Carol J. Adams – Politics and the absent referent in 2014

carol j

Full video with closed captioning available here

First I want to thank michael for all the work getting us online together and I think this is remarkable and revolutionary in its
own way that we are able to be connected all around the world. So good morning, good evening, wherever you are. I also want to thank Sarah for her very sensitive reminder about the land and for reminding us about the issues of boundaries and respect. I am looking forward to the fact that because this is being recorded, people will be able to access this and use
the ideas and conversations that will happen today. So thank you everybody who has been a part of this. And everybody who is joined in and is participating.

I am also honored that it was called “Neither Man Nor Beast” and that’s one of my less well known books. I have a particular love for it because I feel it captures radical ideas that I wasn’t
able to put in “Sexual Politics of Meat”. I’ve got some slides, so I am going to make that full-screen.

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embracing our herstory of animal loving madness

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*this is a written transcript of a video presentation available here with Closed Captioning*

hi my name is archie.
and this is Phoebe.
thanks for tuning in to my presentation.

so to briefly summarize what i am going to be talking about today – basically this is a presentation about mental health, mental illness, about identities of madness and how those topics interrelate with animal advocacy, animal defense, animal rights.

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Lisa Kemmerer – Sister Species

Full video with closed captioning available here

Thank you all for being here and thank you for the organizers. I am just so pleased to see so many people turn out and I know how much work it takes to put such a thing together, so thank you all. It’s terrific. Good organization and good job organizing all this for the conference.

So I worked for a very long time creating a nice Powerpoint for today, thinking how nice it would be to have your attention somewhere else. And it would be all neat and tidy, and I couldn’t make many mistakes because I could think it all through, and then mike told me that no one else was doing Powerpoint and the technology might not work anyways, so..

[laughter]

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Mary Fantaske – The Disabled Body and The Animal Body

Full video with closed captioning available here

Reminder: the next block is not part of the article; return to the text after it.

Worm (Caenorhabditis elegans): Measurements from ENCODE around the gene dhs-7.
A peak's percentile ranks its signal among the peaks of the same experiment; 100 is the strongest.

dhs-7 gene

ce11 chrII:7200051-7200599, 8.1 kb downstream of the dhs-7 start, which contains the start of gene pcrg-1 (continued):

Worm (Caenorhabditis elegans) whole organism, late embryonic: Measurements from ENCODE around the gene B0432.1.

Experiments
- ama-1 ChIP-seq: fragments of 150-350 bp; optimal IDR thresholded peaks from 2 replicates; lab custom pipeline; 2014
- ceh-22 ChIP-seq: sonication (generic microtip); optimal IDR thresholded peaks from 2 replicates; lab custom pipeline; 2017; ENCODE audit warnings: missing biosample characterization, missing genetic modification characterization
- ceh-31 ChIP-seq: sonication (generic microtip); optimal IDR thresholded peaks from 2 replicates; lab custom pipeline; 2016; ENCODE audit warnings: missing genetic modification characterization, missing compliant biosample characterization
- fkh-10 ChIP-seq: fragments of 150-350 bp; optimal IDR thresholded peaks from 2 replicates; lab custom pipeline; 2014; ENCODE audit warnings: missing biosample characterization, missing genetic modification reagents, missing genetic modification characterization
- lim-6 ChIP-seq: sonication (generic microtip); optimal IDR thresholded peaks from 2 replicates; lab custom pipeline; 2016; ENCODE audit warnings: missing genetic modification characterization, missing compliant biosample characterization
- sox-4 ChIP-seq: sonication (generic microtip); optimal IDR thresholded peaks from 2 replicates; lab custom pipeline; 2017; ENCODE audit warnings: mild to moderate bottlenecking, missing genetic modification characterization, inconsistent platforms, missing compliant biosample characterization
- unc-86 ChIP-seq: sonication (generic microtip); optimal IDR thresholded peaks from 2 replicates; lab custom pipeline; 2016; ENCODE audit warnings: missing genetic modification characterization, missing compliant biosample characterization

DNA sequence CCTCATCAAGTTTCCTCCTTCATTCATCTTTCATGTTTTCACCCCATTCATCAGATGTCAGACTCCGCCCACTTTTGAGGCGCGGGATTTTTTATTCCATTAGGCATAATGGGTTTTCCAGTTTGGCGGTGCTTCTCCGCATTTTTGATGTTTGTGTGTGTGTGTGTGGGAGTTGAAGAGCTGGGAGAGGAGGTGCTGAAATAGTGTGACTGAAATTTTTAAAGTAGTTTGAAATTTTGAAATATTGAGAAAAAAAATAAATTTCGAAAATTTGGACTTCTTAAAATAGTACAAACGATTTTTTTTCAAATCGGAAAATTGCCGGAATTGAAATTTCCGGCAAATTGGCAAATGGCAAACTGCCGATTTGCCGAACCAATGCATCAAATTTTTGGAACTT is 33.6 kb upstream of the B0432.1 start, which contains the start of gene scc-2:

Hello everybody, I will be exploring the concepts of ableism and speciesism and the intersectionality between the two, which I argue is absolutely critical, to the point where you can’t tease the two apart.

I want to begin with a quote that I actually shared on the event page, I don’t know, a few days ago. But it really sums up everything that I’m trying to say so I’m going to repeat it for you again. This quote is from Mia Mingus, a disability rights activist, and she states:

“Ableism is connected to all our struggles, because it ungirds notions of whose bodies are considered valuable, desirable, and disposable.”

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Sarah Scanlon – Introduction & Land Acknowledgement

Full video with closed captioning available here

I am going to be reading some things, so I won’t be able to see myself. So hopefully, maybe someone can talk at me if you need to interrupt me – my name is Sarah and I am first off just going to do a land acknowledgment: I am currently residing in Guelph, which is Attawandaron territory, and so I’m speaking from that physical location. And we will talk about that in a second. I would like to acknowledge the Attawandaron people as the traditional owners and custodians of the land of the Guelph area, and offer respect to our Haudenosaunee, Anishinaabe and Métis neighbours. We honour and respect their ongoing cultural and spiritual connections to this country. We aim to respect cultural heritage, customs and beliefs of all indigenous people. We also recognize the past and current violence that has taken place on indigenous land against indigenous people. We aim in all aspects of our work to be conscious of, sensitive towards, and fight for change regarding these violences.

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victim blaming – [some] parallels between how people reinforce patriarchy and speciesism

this is an ongoing series of short rants on the commonalities of oppressions. this one here is about patriarchy (social systems of gendered discrimination, violences and oppressions) and speciesism (social systems of speciesist discrimination, violences and oppressions). specifically, it is about a parallel between them, a commonality in how these two interact.

it’s called “victim blaming”.

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